ENFIELD — Chief Edward N. Richards and Enfield Fire District No. 1 would like to provide cold weather and ice safety tips to residents as temperatures continue to drop.
“We encourage all of our residents to familiarize themselves with the following cold weather and ice safety tips,” Chief Richards said. “Knowing what to do when you are out in the cold or on the ice will go a long way in ensuring your safety and, as always, we urge our residents to remain vigilant while outside in harsh weather conditions.”
According to the Centers for Disease Control and Prevention (CDC), cold weather induced illnesses such as frostbite can occur even in temperatures above 40°F if a person becomes chilled by rain or sweat, or is submersed in cold water.
Enfield Fire District No. 1 wishes to share the following tips from the CDC to help keep residents safe in cold weather situations and conditions.
- When going outdoors, adults and children should wear:
- A hat
- Scarf or knit mask to cover face and mouth
- Long sleeves that are snug at the wrist
- Mittens (they are warmer than gloves)
- Water-resistant coat and boots
- Residents are also reminded to layer their clothing strategically:
- When choosing an inner layer, wear fabrics that will hold more body heat and do not absorb moisture. Wool, silk, or polypropylene will hold more body heat than cotton.
- Wear a layer of clothing for insulation. An insulation layer will help you retain heat by trapping air close to your body. Natural fibers, like wool, goose down, or a fleece work best.
- Select your outer later carefully. The outermost layer helps protect you from wind, rain, and snow. It should be tightly woven, and preferably water and wind resistant, to reduce loss of body heat.
- Remember to try to stay dry while outdoors—wet clothing chills the body quickly.
- Remember that excess sweating will cause your body to lose more heat, so remove extra layers of clothing whenever you feel too warm.
- Avoid getting gasoline or alcohol on your skin while de-icing and fueling your car or using a snow blower. Getting these materials on your skin will cause your body to lose a lot more heat.
- Do not ignore shivering—it’s an important first sign that your body is losing heat. Constant shivering is a sign that it is time to go inside.
For additional information regarding cold weather safety, please visit CDC.gov.
Ice and Cold Water Safety
Enfield Fire District No. 1 would also like to remind residents to always be aware of the dangers of thin ice.
The Department of Energy and Environmental Protection recommends measuring ice in multiple places before testing it with your weight. Ice that is four inches thick or less should be avoided completely. Four inches or more is considered safe for ice fishing or any other activity on foot, and 5-7 inches of ice is recommended for snowmobiles or ATVs. Residents are reminded that it is illegal to drive a car or truck on the ice in Connecticut.
Tips for remaining safe on the ice include:
- Check the thermometer, not the calendar. Air temperatures and recent weather patterns can impact ice quality. Just because the ice was safe on a certain date last year doesn’t mean it will be safe this year.
- Tell someone your plans. Let them know where you are going and when you expect to be back.
- Carry a cell phone in case of emergency.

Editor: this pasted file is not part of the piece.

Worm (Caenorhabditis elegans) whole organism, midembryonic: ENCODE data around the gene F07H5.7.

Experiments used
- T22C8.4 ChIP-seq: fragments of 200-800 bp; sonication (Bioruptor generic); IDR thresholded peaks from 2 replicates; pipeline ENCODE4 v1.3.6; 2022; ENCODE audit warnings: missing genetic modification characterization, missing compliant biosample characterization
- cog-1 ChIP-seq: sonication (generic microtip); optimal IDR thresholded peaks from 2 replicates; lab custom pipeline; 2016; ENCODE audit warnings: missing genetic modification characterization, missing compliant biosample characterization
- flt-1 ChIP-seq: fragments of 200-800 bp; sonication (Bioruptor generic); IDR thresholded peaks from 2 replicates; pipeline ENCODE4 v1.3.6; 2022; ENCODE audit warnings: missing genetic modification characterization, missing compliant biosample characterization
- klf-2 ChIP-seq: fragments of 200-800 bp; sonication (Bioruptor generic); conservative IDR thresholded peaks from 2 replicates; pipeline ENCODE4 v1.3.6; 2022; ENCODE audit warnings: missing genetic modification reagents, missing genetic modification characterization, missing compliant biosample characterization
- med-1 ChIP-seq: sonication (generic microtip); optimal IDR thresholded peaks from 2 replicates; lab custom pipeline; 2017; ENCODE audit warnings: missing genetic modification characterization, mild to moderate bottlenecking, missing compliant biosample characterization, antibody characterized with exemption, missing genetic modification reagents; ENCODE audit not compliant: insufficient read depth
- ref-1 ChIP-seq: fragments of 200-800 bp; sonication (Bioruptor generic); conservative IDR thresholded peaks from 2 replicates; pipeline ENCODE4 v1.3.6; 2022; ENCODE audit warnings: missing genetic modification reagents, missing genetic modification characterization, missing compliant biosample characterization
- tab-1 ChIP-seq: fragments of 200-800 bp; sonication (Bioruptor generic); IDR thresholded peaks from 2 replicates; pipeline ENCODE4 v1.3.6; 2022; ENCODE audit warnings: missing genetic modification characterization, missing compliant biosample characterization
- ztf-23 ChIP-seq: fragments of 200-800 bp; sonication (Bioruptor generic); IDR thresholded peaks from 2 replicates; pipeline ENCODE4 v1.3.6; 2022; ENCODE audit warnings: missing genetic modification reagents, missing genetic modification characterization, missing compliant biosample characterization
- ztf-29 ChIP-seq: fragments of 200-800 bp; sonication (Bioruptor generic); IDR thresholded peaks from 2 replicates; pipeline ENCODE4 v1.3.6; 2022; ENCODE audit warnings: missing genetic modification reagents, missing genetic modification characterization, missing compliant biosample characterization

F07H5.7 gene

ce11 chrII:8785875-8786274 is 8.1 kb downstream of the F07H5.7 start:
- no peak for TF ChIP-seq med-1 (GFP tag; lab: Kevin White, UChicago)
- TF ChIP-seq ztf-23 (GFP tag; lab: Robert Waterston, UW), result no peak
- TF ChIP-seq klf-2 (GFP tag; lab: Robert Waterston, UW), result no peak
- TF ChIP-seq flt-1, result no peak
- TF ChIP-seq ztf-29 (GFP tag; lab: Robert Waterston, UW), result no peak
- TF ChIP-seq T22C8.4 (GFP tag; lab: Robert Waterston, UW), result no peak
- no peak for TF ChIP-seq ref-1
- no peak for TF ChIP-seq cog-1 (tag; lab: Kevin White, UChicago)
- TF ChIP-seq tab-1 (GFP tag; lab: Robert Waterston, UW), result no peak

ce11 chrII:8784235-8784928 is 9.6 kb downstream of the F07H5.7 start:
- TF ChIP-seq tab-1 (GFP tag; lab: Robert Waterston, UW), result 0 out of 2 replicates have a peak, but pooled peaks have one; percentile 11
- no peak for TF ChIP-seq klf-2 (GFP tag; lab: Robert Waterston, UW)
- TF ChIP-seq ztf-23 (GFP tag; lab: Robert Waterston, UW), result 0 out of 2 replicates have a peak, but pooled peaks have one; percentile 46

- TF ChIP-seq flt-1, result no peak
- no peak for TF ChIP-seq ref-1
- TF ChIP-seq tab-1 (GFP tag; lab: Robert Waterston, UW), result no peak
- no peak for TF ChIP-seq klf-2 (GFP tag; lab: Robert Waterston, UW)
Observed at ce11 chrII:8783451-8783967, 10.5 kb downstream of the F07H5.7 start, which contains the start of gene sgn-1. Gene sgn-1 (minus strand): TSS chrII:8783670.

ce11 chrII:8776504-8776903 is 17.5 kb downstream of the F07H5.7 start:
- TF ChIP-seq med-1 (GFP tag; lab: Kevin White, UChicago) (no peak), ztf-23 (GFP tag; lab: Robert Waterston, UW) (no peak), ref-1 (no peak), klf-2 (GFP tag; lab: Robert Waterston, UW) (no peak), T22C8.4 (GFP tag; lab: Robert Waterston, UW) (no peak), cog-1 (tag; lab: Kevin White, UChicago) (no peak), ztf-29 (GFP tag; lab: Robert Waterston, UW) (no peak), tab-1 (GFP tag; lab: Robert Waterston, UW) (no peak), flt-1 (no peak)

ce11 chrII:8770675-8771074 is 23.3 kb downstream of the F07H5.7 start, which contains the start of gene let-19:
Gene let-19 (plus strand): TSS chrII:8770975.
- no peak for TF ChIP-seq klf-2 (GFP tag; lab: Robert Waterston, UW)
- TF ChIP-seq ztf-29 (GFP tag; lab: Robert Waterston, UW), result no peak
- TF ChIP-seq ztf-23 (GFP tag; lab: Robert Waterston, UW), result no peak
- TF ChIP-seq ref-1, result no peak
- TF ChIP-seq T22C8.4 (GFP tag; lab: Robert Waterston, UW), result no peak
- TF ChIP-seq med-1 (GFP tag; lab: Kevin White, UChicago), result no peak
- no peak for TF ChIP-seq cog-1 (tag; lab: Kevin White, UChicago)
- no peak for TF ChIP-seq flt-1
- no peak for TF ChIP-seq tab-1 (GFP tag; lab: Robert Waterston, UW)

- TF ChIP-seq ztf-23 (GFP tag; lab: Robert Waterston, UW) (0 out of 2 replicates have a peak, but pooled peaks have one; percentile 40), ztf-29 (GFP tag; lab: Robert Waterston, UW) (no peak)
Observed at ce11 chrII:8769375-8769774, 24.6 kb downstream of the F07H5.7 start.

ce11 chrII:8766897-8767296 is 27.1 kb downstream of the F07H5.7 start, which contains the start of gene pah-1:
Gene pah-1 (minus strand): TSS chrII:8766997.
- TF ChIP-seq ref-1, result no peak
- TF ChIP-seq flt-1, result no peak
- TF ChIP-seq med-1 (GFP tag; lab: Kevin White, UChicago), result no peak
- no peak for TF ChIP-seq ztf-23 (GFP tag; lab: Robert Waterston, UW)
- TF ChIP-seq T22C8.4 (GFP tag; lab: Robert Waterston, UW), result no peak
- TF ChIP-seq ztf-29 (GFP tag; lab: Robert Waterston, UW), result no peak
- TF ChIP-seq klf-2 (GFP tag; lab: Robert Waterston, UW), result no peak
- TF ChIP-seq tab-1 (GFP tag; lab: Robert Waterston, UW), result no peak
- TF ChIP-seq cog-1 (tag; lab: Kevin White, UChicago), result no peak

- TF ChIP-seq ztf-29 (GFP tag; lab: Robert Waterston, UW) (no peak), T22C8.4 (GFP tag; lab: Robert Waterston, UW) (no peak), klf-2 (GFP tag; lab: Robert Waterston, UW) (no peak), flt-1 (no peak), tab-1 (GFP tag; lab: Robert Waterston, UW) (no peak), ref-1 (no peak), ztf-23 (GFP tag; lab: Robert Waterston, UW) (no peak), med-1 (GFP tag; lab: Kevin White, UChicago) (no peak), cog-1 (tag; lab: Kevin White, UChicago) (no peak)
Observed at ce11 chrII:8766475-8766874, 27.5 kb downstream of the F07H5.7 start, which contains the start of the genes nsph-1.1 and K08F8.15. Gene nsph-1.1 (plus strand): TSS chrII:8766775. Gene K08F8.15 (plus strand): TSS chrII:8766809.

- Wear a life jacket or float coat. If you fall in, it will help keep your head above water and provide some insulation against the effects of cold water.
- Bring an ice safety kit: Rope, ice picks, whistle and spiked shoes/creepers. Know how to use the ice picks to rescue yourself and the rope to rescue others.
- New ice is usually stronger than old ice. Four inches of clear, newly-formed ice may support one person, while a foot or more of old, partially-thawed ice may not.
- Beware of ice covered with snow. The insulating effect of snow slows down the freezing process. The extra weight also reduces how much weight the ice sheet can support. Also, ice near shore can be weaker than ice that is farther out.
- Ice formed over flowing water and currents is often dangerous. This is especially true near streams, bridges and culverts. Also, the ice on outside river bends, and inlets and outlets of lakes and ponds is usually weaker due to the undermining effects of the faster current.
- Ice seldom freezes uniformly. It may be a foot thick in one location and only an inch or two just a few feet away. Continue to check the conditions as you move around on the ice.
What To Do If Someone Falls Through Ice:
Call 911 for help if you or someone nearby has a phone. Resist the urge to run up to the edge of the hole as this would most likely result in two victims in the water.
- Preach, Reach, Throw, Go:
- Preach – Shout to the victim to reassure them that help is on the way.
- Reach – If you can safely reach the victim from shore, extend an object such as a rope, tree branch, jumper cables or ladder to them. If the person starts to pull you in, release your grip on the object and start over.
- Throw – From shore, toss one end of a rope or something that will float to the victim. Have them tie the rope around themselves before they are too weakened by the cold to grasp it.
- Go – If the situation is too dangerous for you to perform a rescue, don’t go out onto the ice. Call 911 for help. Untrained rescuers can become victims themselves.
- If you fall in, try not to panic. Turn toward the direction you came from. Place your hands and arms on the unbroken surface, working forward by kicking your feet. Once out, remain lying on the ice (do not stand) and roll away from the hole. Crawl back to your tracks, keeping your weight distributed until you return to solid ice. Once safe, find shelter and change out of your wet clothes. Seek medical assistance immediately.
For additional information on ice safety, visit ct.gov.